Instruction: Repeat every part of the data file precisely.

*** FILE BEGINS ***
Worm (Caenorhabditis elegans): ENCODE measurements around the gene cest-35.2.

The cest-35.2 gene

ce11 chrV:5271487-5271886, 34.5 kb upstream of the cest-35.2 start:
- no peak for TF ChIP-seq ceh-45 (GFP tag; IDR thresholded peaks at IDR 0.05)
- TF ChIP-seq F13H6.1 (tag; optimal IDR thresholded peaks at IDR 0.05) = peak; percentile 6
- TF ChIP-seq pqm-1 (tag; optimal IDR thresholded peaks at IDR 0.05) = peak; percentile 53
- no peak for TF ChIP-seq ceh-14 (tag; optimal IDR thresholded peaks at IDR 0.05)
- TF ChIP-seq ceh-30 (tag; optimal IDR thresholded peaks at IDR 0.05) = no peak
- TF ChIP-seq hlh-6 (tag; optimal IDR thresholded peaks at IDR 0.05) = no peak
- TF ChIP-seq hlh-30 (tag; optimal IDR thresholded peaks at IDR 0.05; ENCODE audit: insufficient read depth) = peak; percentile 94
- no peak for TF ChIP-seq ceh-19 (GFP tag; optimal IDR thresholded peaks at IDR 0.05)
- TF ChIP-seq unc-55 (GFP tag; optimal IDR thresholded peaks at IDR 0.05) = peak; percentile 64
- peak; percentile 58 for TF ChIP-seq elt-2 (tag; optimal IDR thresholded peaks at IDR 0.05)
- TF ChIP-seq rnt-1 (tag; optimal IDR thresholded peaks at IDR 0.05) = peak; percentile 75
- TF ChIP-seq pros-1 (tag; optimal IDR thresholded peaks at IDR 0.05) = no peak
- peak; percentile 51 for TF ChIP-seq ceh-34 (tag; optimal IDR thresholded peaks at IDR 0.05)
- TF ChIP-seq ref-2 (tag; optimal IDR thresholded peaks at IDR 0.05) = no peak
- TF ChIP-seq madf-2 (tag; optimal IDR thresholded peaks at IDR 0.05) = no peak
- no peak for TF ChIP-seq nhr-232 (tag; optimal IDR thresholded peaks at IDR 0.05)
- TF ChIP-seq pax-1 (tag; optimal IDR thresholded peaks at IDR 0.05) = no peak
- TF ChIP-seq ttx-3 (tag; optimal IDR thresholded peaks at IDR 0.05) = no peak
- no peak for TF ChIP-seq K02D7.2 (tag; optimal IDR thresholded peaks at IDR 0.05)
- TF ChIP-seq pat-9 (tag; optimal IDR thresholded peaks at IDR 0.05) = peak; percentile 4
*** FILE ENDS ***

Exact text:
Worm (Caenorhabditis elegans): ENCODE measurements around the gene cest-35.2.

The cest-35.2 gene

ce11 chrV:5271487-5271886, 34.5 kb upstream of the cest-35.2 start:
- no peak for TF ChIP-seq ceh-45 (GFP tag; IDR thresholded peaks at IDR 0.05)
- TF ChIP-seq F13H6.1 (tag; optimal IDR thresholded peaks at IDR 0.05) = peak; percentile 6
- TF ChIP-seq pqm-1 (tag; optimal IDR thresholded peaks at IDR 0.05) = peak; percentile 53
- no peak for TF ChIP-seq ceh-14 (tag; optimal IDR thresholded peaks at IDR 0.05)
- TF ChIP-seq ceh-30 (tag; optimal IDR thresholded peaks at IDR 0.05) = no peak
- TF ChIP-seq hlh-6 (tag; optimal IDR thresholded peaks at IDR 0.05) = no peak
- TF ChIP-seq hlh-30 (tag; optimal IDR thresholded peaks at IDR 0.05; ENCODE audit: insufficient read depth) = peak; percentile 94
- no peak for TF ChIP-seq ceh-19 (GFP tag; optimal IDR thresholded peaks at IDR 0.05)
- TF ChIP-seq unc-55 (GFP tag; optimal IDR thresholded peaks at IDR 0.05) = peak; percentile 64
- peak; percentile 58 for TF ChIP-seq elt-2 (tag; optimal IDR thresholded peaks at IDR 0.05)
- TF ChIP-seq rnt-1 (tag; optimal IDR thresholded peaks at IDR 0.05) = peak; percentile 75
- TF ChIP-seq pros-1 (tag; optimal IDR thresholded peaks at IDR 0.05) = no peak
- peak; percentile 51 for TF ChIP-seq ceh-34 (tag; optimal IDR thresholded peaks at IDR 0.05)
- TF ChIP-seq ref-2 (tag; optimal IDR thresholded peaks at IDR 0.05) = no peak
- TF ChIP-seq madf-2 (tag; optimal IDR thresholded peaks at IDR 0.05) = no peak
- no peak for TF ChIP-seq nhr-232 (tag; optimal IDR thresholded peaks at IDR 0.05)
- TF ChIP-seq pax-1 (tag; optimal IDR thresholded peaks at IDR 0.05) = no peak
- TF ChIP-seq ttx-3 (tag; optimal IDR thresholded peaks at IDR 0.05) = no peak
- no peak for TF ChIP-seq K02D7.2 (tag; optimal IDR thresholded peaks at IDR 0.05)
- TF ChIP-seq pat-9 (tag; optimal IDR thresholded peaks at IDR 0.05) = peak; percentile 4